A better regulatory framework, a rating system to flag dodgy builders and developers and greater digitisation of the industry are among six pillars which will guide a strategy to improve building standards in New South Wales.
Announced by New South Wales Minister for Better Regulation Kevin Anderson, the new plans aims to help improve transparency, accountability and quality of work within the industry.
At the core of the plan lies a new system under which builders, developers and certifiers would be rated and given an overall score based on their record on workplace safety, their track record on customer complaints, the age of their business, their financial credibility, suspicions of phoenixing and other metrics.
As reported in News Ltd earlier this week, those with poor scores would be flagged on a database to ensure that their projects are heavily scrutinised.
Where he is not satisfied with either the contractors or the overall soundness of the project, Building Commissioner David Chandler will be able to block the building and remove the occupation certificate.
Other parts of the plan include:
- Implementing legislation and regulation and transforming the focus of the regulator
- Building skills and capabilities through improved accreditation of construction related programs and improved standard modules
- Better procurement methods and practices through establishment of clear standards for engagement and outputs and a more equitable sharing of project risk and performance accountability
- Greater digitations of the industry through digital record keeping and shared industry wide platforms
- Better quality research through an evidence based approach to accessing and closing the gap via case studies and other research.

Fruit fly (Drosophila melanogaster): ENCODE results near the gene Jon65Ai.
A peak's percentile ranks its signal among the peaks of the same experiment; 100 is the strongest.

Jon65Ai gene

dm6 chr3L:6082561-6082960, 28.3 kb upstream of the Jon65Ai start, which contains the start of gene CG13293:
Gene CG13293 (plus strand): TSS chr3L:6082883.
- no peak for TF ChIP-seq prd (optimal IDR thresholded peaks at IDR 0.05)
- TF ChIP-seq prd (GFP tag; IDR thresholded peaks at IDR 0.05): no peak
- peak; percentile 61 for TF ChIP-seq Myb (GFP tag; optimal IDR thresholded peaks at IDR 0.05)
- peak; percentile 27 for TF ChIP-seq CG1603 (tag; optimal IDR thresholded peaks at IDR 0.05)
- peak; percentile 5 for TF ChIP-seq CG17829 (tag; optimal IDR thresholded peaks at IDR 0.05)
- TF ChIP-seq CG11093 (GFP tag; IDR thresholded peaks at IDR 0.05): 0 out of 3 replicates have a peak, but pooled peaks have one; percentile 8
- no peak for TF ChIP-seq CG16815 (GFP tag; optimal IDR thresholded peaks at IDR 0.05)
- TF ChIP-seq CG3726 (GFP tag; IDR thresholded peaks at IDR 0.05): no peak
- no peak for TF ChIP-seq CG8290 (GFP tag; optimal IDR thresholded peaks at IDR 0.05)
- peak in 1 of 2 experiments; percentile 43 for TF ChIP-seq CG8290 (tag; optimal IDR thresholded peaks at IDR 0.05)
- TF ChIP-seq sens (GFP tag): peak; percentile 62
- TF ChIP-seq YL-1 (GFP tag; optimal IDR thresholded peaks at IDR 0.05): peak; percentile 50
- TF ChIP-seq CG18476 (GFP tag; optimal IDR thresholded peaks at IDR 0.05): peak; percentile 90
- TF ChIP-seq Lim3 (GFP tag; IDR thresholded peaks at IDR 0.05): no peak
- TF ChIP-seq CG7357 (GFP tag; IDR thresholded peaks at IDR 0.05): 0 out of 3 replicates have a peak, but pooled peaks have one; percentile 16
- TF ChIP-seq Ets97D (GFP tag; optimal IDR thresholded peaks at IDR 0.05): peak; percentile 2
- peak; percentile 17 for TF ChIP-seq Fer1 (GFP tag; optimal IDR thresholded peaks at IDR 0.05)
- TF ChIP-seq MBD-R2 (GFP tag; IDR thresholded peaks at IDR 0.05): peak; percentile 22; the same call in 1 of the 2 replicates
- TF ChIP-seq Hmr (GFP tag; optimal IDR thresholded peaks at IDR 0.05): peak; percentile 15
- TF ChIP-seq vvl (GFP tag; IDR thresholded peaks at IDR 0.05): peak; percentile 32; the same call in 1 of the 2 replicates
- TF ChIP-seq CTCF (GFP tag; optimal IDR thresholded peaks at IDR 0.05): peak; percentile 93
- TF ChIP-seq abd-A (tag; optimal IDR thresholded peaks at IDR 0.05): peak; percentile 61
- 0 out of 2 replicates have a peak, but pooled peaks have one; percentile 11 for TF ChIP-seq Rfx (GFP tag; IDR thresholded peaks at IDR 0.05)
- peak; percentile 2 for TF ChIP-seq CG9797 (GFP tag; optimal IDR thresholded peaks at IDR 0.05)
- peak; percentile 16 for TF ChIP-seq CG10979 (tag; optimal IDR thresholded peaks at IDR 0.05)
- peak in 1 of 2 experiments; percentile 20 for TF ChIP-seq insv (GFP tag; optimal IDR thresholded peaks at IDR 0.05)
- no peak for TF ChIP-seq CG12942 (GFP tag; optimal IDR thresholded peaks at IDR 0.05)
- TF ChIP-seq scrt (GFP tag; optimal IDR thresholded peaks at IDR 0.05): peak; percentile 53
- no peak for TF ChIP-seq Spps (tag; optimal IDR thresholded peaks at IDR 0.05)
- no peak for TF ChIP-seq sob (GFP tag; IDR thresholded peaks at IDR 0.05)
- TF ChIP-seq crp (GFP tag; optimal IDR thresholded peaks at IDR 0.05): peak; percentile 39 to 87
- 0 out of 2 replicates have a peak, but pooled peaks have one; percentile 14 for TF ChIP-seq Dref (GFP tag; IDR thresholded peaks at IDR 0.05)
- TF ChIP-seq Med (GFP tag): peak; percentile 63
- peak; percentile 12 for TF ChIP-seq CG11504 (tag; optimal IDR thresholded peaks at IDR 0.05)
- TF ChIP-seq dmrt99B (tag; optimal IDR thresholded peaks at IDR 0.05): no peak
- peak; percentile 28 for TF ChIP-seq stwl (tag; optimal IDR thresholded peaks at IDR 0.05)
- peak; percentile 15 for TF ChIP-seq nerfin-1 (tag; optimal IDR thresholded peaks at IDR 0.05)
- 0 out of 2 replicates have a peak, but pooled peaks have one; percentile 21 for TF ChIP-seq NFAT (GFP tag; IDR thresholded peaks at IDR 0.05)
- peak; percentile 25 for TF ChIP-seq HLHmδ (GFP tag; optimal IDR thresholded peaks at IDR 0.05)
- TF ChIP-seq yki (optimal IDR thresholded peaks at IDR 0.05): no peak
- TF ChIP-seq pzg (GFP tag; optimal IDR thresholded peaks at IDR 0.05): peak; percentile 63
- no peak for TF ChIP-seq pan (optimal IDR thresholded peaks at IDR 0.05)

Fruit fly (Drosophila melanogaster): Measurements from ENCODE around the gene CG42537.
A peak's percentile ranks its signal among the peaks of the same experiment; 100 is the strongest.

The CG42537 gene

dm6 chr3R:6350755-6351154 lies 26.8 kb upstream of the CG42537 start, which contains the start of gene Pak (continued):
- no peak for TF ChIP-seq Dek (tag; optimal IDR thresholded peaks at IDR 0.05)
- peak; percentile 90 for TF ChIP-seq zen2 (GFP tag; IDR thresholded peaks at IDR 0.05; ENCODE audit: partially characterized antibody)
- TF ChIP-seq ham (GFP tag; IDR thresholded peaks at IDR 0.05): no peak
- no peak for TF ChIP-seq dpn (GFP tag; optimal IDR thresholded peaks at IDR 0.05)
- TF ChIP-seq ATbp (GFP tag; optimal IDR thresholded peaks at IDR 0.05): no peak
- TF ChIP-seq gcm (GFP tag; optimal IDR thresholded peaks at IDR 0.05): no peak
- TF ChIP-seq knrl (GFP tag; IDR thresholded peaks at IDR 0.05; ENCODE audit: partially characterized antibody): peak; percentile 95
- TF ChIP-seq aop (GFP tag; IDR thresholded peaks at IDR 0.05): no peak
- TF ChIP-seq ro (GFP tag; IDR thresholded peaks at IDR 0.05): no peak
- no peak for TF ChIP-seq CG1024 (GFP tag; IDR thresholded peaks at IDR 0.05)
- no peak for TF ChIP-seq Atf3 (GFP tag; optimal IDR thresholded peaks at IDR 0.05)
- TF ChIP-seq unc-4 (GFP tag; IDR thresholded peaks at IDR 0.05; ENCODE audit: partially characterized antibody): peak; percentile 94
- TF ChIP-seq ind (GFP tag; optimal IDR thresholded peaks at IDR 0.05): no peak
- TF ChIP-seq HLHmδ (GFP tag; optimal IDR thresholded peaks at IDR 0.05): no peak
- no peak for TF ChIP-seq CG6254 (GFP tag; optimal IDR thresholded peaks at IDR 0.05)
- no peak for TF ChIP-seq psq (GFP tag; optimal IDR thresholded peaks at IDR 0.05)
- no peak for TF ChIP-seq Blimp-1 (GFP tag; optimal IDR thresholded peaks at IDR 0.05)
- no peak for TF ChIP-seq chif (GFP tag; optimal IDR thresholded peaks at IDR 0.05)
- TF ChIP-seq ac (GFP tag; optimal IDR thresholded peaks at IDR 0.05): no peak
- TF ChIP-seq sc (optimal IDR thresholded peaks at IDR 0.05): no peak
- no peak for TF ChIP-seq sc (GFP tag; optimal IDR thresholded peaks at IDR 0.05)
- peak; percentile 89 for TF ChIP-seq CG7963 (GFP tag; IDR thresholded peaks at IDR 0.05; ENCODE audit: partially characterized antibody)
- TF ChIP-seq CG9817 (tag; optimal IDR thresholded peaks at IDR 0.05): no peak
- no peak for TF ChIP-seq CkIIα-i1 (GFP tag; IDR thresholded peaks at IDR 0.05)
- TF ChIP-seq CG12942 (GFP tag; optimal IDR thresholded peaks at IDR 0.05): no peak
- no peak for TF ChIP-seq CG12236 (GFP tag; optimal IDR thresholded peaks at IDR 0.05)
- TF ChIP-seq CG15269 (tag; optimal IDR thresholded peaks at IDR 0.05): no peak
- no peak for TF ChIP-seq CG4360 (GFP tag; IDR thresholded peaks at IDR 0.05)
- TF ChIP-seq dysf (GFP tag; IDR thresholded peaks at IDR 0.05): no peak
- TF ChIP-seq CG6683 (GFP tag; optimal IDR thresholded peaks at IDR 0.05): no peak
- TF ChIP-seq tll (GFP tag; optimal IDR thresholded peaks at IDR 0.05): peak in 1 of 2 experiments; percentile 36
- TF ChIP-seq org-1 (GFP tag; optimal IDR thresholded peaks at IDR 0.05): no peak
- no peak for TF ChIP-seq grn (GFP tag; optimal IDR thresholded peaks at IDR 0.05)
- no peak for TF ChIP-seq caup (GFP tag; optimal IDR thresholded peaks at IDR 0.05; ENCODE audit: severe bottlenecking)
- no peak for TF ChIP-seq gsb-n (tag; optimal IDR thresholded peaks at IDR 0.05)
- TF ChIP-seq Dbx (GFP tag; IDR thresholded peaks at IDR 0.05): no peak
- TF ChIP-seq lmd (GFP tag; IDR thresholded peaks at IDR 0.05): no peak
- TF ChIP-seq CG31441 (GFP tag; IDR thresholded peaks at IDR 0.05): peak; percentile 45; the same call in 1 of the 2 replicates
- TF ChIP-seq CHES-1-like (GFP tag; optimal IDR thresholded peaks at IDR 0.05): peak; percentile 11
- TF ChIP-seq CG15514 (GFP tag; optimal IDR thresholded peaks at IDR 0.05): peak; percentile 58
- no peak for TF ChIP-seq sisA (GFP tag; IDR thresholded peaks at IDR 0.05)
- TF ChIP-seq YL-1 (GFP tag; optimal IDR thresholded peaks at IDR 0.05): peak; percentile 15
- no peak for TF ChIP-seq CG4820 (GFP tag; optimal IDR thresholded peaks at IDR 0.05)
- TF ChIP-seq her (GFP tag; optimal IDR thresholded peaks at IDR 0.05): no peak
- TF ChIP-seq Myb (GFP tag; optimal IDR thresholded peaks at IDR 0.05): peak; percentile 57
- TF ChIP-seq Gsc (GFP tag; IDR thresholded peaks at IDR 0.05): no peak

Building industry lobby groups welcomed the plan.
Kathly Loseby, NSW Chapter President of the Australian Institute of Architects, applauded the moves, saying that a ranking scheme would not only protect consumers but add transparency to the construction process.
“We support the NSW Government action on this and now we need a national scheme that helps to protect all consumers around the country,” Loseby said.
‘Safety has always been our top priority. This crackdown on shonky operators will start the process of ensuring Australian people and property are protected.
In order for the reforms to come into effect, however, the Design and Building Practitioners Bill would need to be passed.
The Bill – which is currently stalled in the Upper House as the Opposition Labor Party and the Greens seek amendments in order to address concerns – does not specifically mention or outline the new ranking system.
Nevertheless, the system will be introduced by regulations which will only become active with the Bill’s passage.
Debate on the Bill is expected to resume in the last week of February.
Anderson encouraged the Opposition and cross-bench to support the bill’s passage.
“We are asking the opposition and the cross bench to put consumers ahead of politics and let us get on with the building reforms, every day these reforms are delayed is another day homeowners go without the necessary protections,” he said.